While broadly a progressive Act that legalised abortion, the Act gave this right only to married women. It is also undeniable that there were problems with the MTP Act, 1971 as well. Critics had pointed out that it reeked of moral biases. The amendments, too, did not provide for “abortion at will”, but were conditional. The increase in the upper gestational limit was also conditional, as it applied to vulnerable women, survivors of rape, incest victims, minors but not in other cases where substantial fetal abnormalities were detected. The clearance for such abortions could be possible only from a medical board, which, critics feel, was discriminatory and “eugenics oriented”. Therefore, only certain categories of women could undergo abortions beyond 20 weeks.

Yet, despite progressive legislation, healthcare providers faced several challenges which were discussed at the launch. The handbook uses the term “pregnant persons” instead of “women” as a starting point as it argues that not only women, but transgender and gender variant persons needed access to abortion services. Under the MTP Act, only registered medical practitioners could perform abortions and, if they adhered to the provisions of the Act, they could not be prosecuted for any criminal offence. Auxiliary Nurse Midwives, Trained Birth Attendants, trained nurses, or even AYUSH practitioners were not authorised to perform abortions and could be penalised with imprisonment up to five years if they did so. The gestational period would determine how many medical practitioners were required to provide their opinion on whether the abortion met the requirement under the MTP Act. If the gestational period was beyond 24 weeks, a medical board would decide. This was among the recent amendments to the MTP Act.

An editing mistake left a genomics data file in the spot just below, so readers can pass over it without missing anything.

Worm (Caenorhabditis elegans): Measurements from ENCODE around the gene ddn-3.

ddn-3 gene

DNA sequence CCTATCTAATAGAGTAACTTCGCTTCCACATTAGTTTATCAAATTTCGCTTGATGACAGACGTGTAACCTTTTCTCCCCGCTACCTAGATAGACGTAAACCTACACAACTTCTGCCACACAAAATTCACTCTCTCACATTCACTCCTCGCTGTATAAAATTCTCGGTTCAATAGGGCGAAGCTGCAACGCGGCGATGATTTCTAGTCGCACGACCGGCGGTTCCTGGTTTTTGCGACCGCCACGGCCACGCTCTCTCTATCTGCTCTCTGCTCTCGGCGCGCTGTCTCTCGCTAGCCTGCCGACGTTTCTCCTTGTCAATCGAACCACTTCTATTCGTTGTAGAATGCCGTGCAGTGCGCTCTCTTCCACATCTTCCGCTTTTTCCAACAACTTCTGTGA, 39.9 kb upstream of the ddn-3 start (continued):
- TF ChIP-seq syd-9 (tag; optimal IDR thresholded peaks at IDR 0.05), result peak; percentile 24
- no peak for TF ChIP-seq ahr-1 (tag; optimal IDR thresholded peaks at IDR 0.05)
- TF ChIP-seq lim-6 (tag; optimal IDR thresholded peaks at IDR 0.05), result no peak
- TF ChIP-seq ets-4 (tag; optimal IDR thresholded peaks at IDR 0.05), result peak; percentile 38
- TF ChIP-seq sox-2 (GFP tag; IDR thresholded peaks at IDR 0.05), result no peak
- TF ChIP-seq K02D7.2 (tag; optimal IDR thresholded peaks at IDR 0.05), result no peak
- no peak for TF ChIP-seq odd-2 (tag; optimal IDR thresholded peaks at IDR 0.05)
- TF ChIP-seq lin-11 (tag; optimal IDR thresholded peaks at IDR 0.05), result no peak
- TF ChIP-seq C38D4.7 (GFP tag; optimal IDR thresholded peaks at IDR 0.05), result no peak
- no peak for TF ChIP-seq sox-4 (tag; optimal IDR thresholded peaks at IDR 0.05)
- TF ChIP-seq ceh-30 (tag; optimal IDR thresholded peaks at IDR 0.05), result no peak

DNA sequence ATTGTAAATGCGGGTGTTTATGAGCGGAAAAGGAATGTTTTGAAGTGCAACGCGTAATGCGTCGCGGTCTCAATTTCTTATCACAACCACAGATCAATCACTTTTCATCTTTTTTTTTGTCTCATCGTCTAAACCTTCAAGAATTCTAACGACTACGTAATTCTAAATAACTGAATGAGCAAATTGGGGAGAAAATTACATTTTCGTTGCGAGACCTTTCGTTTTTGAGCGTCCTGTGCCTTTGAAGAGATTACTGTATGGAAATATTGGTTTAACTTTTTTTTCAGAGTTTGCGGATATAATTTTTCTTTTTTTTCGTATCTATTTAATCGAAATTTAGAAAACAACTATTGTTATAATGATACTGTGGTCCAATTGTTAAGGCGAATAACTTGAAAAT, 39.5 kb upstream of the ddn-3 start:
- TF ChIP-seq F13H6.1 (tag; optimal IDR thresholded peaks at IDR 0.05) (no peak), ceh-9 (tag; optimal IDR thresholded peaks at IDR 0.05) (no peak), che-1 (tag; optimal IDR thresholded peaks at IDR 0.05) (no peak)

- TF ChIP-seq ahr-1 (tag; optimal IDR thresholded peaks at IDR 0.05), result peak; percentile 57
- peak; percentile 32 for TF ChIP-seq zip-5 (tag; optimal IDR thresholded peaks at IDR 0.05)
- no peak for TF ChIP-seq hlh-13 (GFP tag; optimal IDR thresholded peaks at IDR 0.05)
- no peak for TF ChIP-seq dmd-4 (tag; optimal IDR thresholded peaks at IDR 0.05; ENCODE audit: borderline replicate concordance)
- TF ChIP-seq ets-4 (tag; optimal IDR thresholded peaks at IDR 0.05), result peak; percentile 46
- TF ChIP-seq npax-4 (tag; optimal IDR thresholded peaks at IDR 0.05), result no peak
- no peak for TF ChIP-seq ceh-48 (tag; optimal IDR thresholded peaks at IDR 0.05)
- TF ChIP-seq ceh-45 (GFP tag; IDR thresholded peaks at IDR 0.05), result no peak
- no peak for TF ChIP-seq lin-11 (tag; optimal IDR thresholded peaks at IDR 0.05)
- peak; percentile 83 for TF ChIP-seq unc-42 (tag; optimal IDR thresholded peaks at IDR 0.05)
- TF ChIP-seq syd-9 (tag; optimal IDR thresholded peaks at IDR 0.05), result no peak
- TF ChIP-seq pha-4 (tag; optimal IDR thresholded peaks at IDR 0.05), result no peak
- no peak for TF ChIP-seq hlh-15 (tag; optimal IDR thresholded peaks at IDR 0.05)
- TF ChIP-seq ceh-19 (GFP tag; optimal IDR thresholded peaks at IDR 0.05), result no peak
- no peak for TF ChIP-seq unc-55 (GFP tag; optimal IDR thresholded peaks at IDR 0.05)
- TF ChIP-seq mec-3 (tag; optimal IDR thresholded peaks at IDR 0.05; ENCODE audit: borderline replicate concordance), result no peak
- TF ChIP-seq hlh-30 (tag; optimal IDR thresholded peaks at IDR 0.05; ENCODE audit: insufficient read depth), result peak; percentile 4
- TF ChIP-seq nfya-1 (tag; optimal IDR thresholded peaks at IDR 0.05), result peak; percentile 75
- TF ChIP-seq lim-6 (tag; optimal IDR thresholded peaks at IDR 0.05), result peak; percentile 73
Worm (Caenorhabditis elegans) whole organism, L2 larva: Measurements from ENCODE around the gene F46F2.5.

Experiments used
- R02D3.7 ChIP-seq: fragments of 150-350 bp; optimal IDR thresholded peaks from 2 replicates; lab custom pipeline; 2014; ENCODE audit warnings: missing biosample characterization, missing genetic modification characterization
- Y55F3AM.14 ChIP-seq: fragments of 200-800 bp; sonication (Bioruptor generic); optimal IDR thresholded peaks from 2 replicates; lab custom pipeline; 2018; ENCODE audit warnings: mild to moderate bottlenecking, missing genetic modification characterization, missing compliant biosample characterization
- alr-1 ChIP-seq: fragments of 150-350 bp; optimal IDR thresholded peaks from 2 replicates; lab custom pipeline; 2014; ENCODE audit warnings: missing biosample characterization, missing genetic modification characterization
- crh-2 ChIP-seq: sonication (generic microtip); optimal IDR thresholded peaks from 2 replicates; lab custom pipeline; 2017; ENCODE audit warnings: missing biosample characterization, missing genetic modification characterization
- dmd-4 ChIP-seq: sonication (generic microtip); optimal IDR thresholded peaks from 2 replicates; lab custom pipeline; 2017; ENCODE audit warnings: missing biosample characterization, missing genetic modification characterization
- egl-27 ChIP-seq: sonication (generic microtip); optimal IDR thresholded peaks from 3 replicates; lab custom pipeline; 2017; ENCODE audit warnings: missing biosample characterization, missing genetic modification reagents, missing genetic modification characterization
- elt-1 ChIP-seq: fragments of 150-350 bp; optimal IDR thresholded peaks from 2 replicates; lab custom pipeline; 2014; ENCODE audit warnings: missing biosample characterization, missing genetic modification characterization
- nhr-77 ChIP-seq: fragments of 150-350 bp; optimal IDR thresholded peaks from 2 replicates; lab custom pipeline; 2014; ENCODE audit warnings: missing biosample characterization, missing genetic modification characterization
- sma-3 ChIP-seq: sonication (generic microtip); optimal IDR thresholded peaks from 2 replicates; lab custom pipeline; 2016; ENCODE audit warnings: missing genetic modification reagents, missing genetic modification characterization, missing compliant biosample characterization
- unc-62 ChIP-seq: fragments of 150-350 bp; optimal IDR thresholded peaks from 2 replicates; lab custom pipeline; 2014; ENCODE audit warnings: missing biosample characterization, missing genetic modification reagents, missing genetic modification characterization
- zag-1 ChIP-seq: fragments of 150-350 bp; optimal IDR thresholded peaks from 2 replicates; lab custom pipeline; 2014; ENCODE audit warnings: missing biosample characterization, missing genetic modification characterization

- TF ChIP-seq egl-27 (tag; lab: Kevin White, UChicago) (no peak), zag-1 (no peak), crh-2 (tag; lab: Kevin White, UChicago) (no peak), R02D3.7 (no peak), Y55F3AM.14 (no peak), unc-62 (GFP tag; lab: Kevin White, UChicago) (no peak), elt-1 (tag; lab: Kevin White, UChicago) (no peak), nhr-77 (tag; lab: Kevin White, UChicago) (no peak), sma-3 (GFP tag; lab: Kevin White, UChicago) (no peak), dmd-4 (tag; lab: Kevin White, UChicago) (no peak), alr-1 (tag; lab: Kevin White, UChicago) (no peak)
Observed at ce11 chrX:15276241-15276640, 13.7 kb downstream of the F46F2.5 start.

Easing procedural barriers

There were certain guidelines of the Health Ministry for survivors of sexual assault and violence to access reproductive health services without any procedural or other barriers. Doctors were legally bound to examine and provide treatment to victims of sexual violence. As far as consent was concerned, in the case of a pregnant minor or a mentally ill person, the written consent of the guardian was required. For a person neither mentally ill nor a minor, no such consent was required. Pregnant persons did not need any court order or third party consent for an abortion.

The challenges to healthcare providers

Panellists at the launch pointed out that many State governments had not issued a gazette notification to set up medical boards as mandated under the Act. The Delhi government had set up a medical board after a court order. Among the panellists at the launch was Dr Alka Barua, a pediatrician and an independent consultant, who said that the conflation of various Acts with the MTP Act made it difficult for practitioners at the ground level. She wondered whether the amendments to the Act had improved access to abortion. Under POCSO, she said, it was mandatory to report persons under 18 seeking abortion. This was a violation of privacy. Vigilante methods by state authorities to expose clinics performing sex determination tests were also putting service providers at risk.

The handbook flags the concerns of healthcare providers of abortion services and provides them with a guide about their rights and responsibilities. Yet, while protecting the right to seek abortion and the right to provide the same, it is also important to acknowledge the ever-worsening child sex ratio in the country, which is undoubtedly an outcome of gender discrimination and also of sex selective abortions. This aspect should have also been ideally covered in the discussion.